Every time I put a tray of muffins or crackers or sliced bacon into the convection oven, I turn to the person I'm helping and ask "How long should I leave it in for?" Inevitably the response, whether it's coming from Annie with a beleagured grin or from Wally with a mischevious simplicity, is "Until it's done." I roll my eyes. "Okay, that's helpful..." If you grow up on recipes, which are essentially formulas, you almost always anticipate a clear sign of completion to a dish. The bread puffs up, the pot of cream erupts with small bubbles, the butter's milk solids and fats separate. And recipes promise times to go with those indicators--10 minutes, 15 minutes, 2 hours. Those times enable you to walk away, do something else, forget about it for a bit.
But in this kitchen, you have to be present. You know that the crackers will be done when they're crisp and just turning golden on the edges, but how exactly long that will take, you can't say. If you don't wear a watch in the kitchen (and many people don't), you clock the duration of time by how much you manage to get done while waiting for something else to finish. It takes me exactly the time of fetching the oysters, Littleneck clams, ice and bucket of tools for the crackers to finish.
The scheduling of flights back to New York have structured the ending of this project, but what really tips me off to my departure is the light bulb going out. In the track lighting above our station, one of the lights has gone dark--a bulb Wally replaced the week I arrived. "It's a sign!" I moan with sadness as we look up at it tonight.
"Maybe it's just not meant for that socket," Annie says, as she pulls together her garnishes.
"Is that supposed to be a metaphor for something?" I ask her, half-teasing, half-truly wondering what she means.
"Hah...no, not a metaphor. But hey, if that's how you want to read it..." she laughs.
How something's done may have everything to do with how much you enjoy it--and how ready you are to move on when it stops becoming enjoyable. The challenge is useful in continuing to see what you do as "important," so when it stops becoming a learning experience, it stops becoming fun or valuable. I've got so much more I could be learning, and ultimately what I've gained by being here has a lot more to do with soaking up community and atmosphere than actual skills. The attitude of a kitchen, the values of a community where everyone has a connection to what they eat, this is what I'll take away and think about most. But the timing is everything--as I get ready to pack up, the season is finally arriving. For tonight, in essence our July 4th dinner, everything is coming to a head--packed tables, extra supplies. I'm preshucking oysters to lay out on ice, to minimize the waiting time (a good thing too, since the first order in is for 18 of them.) It will be a crowded night, one that necessitates a lot of focus and patience. (I will most likely be standing back as Annie and Wally tackle the rush.)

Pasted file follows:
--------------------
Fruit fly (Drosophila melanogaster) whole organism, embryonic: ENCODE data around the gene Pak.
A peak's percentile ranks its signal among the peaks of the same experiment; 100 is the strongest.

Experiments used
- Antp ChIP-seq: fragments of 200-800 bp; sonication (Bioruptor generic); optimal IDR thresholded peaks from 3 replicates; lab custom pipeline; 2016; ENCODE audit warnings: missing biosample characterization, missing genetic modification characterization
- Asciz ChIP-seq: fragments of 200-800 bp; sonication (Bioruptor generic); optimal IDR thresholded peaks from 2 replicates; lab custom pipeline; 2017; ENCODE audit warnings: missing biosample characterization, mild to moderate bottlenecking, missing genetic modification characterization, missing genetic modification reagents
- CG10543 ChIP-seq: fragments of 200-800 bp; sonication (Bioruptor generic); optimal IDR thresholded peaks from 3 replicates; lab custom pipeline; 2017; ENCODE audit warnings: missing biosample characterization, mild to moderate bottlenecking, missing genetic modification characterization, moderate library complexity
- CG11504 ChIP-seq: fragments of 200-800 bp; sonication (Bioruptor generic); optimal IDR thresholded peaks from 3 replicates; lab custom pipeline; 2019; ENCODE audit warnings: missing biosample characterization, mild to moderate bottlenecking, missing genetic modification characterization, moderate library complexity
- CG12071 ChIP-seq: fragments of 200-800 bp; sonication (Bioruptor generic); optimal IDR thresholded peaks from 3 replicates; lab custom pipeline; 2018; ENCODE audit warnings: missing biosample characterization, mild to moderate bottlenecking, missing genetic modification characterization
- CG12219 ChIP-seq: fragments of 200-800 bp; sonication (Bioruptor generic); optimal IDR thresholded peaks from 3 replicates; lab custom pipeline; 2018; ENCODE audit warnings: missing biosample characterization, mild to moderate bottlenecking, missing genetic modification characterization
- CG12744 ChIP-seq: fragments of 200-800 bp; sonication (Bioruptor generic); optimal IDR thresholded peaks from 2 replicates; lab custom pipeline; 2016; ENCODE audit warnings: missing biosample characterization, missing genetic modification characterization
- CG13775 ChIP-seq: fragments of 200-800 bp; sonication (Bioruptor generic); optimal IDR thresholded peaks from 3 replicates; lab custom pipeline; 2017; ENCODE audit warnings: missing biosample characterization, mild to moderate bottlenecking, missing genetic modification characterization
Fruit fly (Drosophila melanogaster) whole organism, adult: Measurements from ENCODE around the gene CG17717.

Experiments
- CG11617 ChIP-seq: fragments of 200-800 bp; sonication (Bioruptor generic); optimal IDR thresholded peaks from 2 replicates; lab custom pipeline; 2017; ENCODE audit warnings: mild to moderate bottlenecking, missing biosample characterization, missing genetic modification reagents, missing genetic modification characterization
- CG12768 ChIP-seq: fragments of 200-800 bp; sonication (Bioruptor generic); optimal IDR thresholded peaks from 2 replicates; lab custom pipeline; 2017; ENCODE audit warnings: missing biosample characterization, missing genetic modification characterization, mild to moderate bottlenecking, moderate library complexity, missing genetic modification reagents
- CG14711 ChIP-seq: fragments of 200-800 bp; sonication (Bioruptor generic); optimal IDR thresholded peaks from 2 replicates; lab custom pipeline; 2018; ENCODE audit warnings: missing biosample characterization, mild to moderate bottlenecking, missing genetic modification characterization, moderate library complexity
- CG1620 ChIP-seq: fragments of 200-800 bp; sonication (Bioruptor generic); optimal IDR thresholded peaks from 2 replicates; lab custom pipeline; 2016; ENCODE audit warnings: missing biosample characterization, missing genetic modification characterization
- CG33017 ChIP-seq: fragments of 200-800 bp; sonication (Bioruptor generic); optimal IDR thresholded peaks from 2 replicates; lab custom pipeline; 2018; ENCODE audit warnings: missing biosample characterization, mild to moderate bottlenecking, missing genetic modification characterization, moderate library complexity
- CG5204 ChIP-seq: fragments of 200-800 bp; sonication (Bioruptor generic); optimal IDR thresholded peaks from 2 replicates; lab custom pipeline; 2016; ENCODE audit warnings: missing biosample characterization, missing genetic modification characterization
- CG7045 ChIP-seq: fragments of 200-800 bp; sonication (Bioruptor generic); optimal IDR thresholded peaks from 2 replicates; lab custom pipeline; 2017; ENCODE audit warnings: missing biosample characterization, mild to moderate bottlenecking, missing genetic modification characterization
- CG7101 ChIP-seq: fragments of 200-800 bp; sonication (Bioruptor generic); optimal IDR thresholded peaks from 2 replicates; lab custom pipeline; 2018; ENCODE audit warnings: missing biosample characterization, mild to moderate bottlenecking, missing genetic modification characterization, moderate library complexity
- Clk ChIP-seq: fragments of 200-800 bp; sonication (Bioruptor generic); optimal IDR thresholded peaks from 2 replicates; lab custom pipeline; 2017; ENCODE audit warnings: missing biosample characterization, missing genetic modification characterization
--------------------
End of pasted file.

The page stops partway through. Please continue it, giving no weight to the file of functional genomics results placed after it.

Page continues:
"Yeah, you kinda picked the wrong time to come," Geddes says, as he slices into a massive piece of just-caught salmon for tonight's service. "I mean, every night in July will be like this, just packed."
"Well, I'm far from done learning," I say. "And it was good to come in a slower month, if only to have more time to take it in."
"Oh sure. And you never really stop learning. I've taken time over the years to do lots of 'remedial things.' You know, chopping garlic and onions, nothing else. Just working on my skills."
Knowing that even someone as Zen-ly creative and efficient as Geddes would take time off just to whip himself back into shape is a huge consolation. And it's a consolation, in general, to know that my learning wasn't at the expense of the kitchen's running smoothly. I can't do everything, but the little things I can do felt important and necessary.
"Yeah, Tuesday's gonna be...hectic," says Wally, raising himself up on the cold station so he keeps his newly twisted ankle off the ground. "I mean, you think of all the little things I forget. The garnishes, the oysters..."
"Well, all the stuff I know how to do," I retort.
"Yeah, but I'll have to remember them all again."
"Hah, that'll be a rude awakening."
And yet, as I'm watching them go through service, a night with busy patches despite long periods for talking and laughing it up, I realize that this kitchen will absolutely go on functioning after my departure. Angela will watch each ticket and methodically assemble her dishes, moving smoothly and deliberately between each stage of plating. Chris will zoom from steak to chicken to pork in the same of a nanosecond, and sear each dish to perfection. Wally will plate up elegant salads that look more like works of art than edible dishes, and though he won't have met to race against, he'll do just fine. And Annie will look at a long ticket with multiple modifications and tackle it with the grace of a figure skater, moving from freezer to plate to window without a single stumble. I'm barely making anything tonight, minus a few orders of blue greens and ice creams, but it's a chance to take in what Osa asserted last night: "I've never worked anywhere else where people are so excited about what they're making." I've been an asset, but I'm also barely a blip--the kitchen will definitely keep functioning without me. All they need are customers to keep serving.